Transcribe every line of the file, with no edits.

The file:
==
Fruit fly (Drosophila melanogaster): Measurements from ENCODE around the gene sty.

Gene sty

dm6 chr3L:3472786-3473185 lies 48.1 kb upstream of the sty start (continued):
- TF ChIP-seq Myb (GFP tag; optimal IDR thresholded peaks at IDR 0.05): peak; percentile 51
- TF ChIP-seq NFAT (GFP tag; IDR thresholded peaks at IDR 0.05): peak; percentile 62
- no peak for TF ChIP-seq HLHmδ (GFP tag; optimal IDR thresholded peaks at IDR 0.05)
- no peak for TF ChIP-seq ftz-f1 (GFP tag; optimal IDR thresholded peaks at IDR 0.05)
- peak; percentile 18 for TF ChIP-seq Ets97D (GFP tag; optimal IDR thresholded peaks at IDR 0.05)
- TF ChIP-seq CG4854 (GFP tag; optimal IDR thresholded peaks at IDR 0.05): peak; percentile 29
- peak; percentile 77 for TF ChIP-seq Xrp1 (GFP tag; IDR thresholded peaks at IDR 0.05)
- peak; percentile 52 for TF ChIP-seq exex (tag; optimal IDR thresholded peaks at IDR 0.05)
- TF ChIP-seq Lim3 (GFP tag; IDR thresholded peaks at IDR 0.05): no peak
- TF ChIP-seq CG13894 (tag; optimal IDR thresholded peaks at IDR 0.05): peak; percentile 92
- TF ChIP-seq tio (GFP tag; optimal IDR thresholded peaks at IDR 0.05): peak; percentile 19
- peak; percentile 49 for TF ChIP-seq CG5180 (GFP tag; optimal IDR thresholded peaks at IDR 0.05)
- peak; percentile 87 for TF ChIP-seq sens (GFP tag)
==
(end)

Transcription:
Fruit fly (Drosophila melanogaster): Measurements from ENCODE around the gene sty.

Gene sty

dm6 chr3L:3472786-3473185 lies 48.1 kb upstream of the sty start (continued):
- TF ChIP-seq Myb (GFP tag; optimal IDR thresholded peaks at IDR 0.05): peak; percentile 51
- TF ChIP-seq NFAT (GFP tag; IDR thresholded peaks at IDR 0.05): peak; percentile 62
- no peak for TF ChIP-seq HLHmδ (GFP tag; optimal IDR thresholded peaks at IDR 0.05)
- no peak for TF ChIP-seq ftz-f1 (GFP tag; optimal IDR thresholded peaks at IDR 0.05)
- peak; percentile 18 for TF ChIP-seq Ets97D (GFP tag; optimal IDR thresholded peaks at IDR 0.05)
- TF ChIP-seq CG4854 (GFP tag; optimal IDR thresholded peaks at IDR 0.05): peak; percentile 29
- peak; percentile 77 for TF ChIP-seq Xrp1 (GFP tag; IDR thresholded peaks at IDR 0.05)
- peak; percentile 52 for TF ChIP-seq exex (tag; optimal IDR thresholded peaks at IDR 0.05)
- TF ChIP-seq Lim3 (GFP tag; IDR thresholded peaks at IDR 0.05): no peak
- TF ChIP-seq CG13894 (tag; optimal IDR thresholded peaks at IDR 0.05): peak; percentile 92
- TF ChIP-seq tio (GFP tag; optimal IDR thresholded peaks at IDR 0.05): peak; percentile 19
- peak; percentile 49 for TF ChIP-seq CG5180 (GFP tag; optimal IDR thresholded peaks at IDR 0.05)
- peak; percentile 87 for TF ChIP-seq sens (GFP tag)